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An Hour After the War

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Turns out that SHIELD’s cobbled together in 15 minutes method of dealing with possession or mind control was to treat it like the worst case of Stockholm Syndrome as done to a child. Having a completely suborned will as an adult wasn’t really anything that most of the therapists they had were ready to cope with. They usually had something like PTSD or disassociation or outright psychosis to deal with, not that Clint hadn’t seen them for versions of that in the past anyway. When you were as good at killing people as he was, it was sadly run of the mill to expect all of the above. It was always going to be a race between getting killed by the enemies of SHIELD or by his fellow agents when he flipped.

None of that however, was helping at the moment. All it was doing was taking up brain space as he waited for his laptop to finish booting (again) and write his after-action report. He’d done the easiest one first - the battle for Manhattan. Mentally substitute Apache Helicopters for the Chitauri sleds, squint and put in a squad of spec ops soldiers for Captain America, etc. Straightforward enough to write a combat report, even when it did include phrases like ‘The enemy combatant known as Loki was unconscious when I arrived at the last location (see attached map - Stark Tower, Penthouse Floor) due to multiple contusions and what was probably a physical confrontation with Dr. Bruce Banner in his altered state known colloquially as the Hulk. I, along with my team members (see Director Fury’s files: The Avengers Initiative) held him under guard until Thor, Prince of Asgard, was able to put him in handcuffs that were alien in origin (see addendum 38b).’

No, the next report was the one on the Helicarrier. He was going to cover from his attack on the engines to being captured by Natasha. Nothing like starting from the end to get to the beginning right?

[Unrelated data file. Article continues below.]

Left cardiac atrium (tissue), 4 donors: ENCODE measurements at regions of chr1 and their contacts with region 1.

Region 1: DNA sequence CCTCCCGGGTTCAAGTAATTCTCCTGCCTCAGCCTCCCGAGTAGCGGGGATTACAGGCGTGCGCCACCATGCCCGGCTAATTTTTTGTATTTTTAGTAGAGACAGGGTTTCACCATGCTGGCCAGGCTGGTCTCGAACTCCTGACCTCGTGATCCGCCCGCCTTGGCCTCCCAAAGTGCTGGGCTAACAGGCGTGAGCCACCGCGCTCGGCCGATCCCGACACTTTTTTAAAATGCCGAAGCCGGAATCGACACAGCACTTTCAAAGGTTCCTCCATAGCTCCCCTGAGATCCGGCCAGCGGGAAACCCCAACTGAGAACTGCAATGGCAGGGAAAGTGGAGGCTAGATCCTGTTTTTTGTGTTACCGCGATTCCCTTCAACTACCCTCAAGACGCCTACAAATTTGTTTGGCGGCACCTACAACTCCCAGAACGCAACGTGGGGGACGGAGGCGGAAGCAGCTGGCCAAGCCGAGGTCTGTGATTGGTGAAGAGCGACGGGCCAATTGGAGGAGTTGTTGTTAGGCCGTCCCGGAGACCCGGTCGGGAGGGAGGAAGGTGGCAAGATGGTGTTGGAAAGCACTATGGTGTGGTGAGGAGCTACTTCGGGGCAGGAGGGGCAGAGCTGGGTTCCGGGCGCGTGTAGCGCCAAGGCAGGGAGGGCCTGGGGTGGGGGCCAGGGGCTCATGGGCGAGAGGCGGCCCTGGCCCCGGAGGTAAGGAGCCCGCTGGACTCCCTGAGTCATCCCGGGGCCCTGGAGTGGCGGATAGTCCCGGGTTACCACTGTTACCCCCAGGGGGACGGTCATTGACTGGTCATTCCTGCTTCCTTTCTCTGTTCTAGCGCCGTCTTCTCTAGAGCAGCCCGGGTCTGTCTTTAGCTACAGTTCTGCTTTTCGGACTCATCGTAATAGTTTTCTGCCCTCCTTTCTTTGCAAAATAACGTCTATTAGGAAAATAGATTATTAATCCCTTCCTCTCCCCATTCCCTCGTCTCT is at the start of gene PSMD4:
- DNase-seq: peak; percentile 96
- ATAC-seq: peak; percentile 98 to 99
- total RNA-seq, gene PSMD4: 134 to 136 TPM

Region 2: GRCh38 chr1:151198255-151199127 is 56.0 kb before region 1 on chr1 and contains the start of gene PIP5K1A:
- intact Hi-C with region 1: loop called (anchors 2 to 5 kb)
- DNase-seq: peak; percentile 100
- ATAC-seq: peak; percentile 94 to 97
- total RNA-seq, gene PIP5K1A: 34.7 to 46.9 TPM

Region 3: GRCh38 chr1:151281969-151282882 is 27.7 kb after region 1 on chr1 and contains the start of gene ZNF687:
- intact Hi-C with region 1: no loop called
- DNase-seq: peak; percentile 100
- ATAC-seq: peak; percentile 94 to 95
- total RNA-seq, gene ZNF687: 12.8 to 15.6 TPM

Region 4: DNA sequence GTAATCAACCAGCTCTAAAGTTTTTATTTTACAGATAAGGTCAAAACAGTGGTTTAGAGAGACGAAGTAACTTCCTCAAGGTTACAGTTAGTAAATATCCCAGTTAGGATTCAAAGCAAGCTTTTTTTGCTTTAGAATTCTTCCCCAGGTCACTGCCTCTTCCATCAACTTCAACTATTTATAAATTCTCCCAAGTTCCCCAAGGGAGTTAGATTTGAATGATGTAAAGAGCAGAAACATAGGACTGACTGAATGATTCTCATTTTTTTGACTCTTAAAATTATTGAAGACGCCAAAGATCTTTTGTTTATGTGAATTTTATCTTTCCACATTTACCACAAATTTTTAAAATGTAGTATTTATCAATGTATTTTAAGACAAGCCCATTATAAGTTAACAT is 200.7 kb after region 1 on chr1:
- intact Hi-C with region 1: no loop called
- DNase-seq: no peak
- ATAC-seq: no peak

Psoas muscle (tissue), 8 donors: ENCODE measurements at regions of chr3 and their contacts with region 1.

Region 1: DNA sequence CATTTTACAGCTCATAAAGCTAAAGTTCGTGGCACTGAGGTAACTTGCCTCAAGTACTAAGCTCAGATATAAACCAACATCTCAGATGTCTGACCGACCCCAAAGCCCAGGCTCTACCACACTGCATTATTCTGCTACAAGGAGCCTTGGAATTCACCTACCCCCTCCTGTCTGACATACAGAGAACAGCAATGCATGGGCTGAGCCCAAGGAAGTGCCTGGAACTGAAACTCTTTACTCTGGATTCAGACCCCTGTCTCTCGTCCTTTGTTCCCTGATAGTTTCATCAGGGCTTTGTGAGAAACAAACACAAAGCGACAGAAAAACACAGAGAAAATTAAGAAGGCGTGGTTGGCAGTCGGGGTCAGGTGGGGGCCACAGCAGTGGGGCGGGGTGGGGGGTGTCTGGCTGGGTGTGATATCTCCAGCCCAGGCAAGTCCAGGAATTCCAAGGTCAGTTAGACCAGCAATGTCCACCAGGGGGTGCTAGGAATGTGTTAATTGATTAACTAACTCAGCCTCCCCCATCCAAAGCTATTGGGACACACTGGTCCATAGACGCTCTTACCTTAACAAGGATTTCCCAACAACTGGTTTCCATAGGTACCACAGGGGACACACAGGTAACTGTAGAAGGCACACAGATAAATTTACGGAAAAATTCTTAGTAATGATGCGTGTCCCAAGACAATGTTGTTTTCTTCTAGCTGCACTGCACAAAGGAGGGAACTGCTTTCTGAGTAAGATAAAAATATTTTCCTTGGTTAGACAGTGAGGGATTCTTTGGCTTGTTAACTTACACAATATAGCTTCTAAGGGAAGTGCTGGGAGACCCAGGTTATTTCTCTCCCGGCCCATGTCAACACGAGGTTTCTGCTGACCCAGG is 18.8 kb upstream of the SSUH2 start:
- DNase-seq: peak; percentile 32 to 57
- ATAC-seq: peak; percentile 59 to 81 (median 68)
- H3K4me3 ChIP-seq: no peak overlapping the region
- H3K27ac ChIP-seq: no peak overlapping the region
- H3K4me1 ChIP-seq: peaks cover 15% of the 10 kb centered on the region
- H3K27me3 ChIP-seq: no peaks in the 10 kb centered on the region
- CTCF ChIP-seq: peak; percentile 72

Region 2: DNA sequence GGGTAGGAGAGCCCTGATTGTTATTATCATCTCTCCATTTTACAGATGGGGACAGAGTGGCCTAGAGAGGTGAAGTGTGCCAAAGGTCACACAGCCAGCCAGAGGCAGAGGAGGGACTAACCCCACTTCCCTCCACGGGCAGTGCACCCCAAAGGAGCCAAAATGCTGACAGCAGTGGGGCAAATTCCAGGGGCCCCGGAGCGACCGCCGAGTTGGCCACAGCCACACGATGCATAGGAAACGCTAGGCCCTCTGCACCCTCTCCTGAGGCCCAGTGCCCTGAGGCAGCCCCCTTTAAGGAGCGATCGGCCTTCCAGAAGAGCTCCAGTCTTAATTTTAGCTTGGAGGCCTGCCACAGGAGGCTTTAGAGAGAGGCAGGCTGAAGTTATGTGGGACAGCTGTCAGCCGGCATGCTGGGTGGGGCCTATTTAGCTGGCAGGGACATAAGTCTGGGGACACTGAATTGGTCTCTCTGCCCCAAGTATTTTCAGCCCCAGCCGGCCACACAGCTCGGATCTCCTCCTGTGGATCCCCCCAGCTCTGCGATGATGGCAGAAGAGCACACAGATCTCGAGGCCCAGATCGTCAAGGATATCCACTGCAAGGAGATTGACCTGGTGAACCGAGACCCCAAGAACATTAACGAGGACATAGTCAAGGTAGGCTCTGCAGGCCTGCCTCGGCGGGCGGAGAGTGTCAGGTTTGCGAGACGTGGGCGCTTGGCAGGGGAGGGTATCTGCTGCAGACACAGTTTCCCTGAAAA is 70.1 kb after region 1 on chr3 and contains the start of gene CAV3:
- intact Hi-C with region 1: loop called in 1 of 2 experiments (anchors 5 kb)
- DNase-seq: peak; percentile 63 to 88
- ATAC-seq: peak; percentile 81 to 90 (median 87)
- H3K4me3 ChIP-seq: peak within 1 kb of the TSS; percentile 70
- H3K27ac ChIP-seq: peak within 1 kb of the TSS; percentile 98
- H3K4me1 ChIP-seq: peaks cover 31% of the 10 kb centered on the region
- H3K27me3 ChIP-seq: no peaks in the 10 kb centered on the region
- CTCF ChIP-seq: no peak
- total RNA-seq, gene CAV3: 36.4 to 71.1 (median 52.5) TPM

Clint startled as a big hand came down and closed his laptop. He looked up into Captain America’s eyes. No, Steve Rogers’s eyes. Clint might have more time in combat but there was no denying a brother-in-arms. They’d fought in very different wars but there was something about a fellow soldier (even if Clint hadn’t seen regular service in over a decade) that demanded mutual respect. That and he owed the man for taking Natasha’s word and a nod as good enough. A bit of expediency sure, but this was past that.

“Reports later. Right now you need to come with me.” Steve didn’t wait. He just turned and walked away.

“You can take the officer out of the Army,” Clint groused as he pushed back from the desk and followed.

“No, I was like this long before the Army. I’d say ask someone but I don’t think there is anyone around left to ask.” He shrugged, broad shoulders making the leather jacket creak. “But you can chalk it up to that if it makes you feel better.”

“Where are we going?” He entertained the idea for a moment that he was being led to the brig but that didn’t strike him as either Steve or Director Fury’s style. If they hadn’t clapped him in irons yet it was going to wait until the politicians got a hold of the issue.

“I rescued a bunch of guys once. Found out that sometimes taking a long walk is the best thing going for getting your thoughts in order.” He kept striding down the hallway though he’d shortened his stride enough to let Clint catch up and walk alongside. “So you and I are going to take a little trip. Figure I could use some time myself.”

“How very…” Clint bit back the words that wanted to fall out of his mouth.

“Old fashioned of me?” Steve’ smile was more than a little bitter. “There are worse things. Besides, it’s not like your generation invented guilt.”

“Hadn’t even gotten that far yet,” he admitted. “I’m still stuck on not knowing what the hell just happened.”

“Fair enough. Bucky and the Commandoes didn’t know either. Took the better part of two days before it really stuck that they had a chance at freedom.” Steve’s glance was far too knowing for Clint’s comfort. “Anyway, road trips are an honored American past time.”

“And it puts me out of reach.”

Steve pointed to the quinjet. “You’re not the only one that’s ready to be out of immediate reach.”

Right. A few weeks ago Steve was frozen in the ocean. “So, road trip.”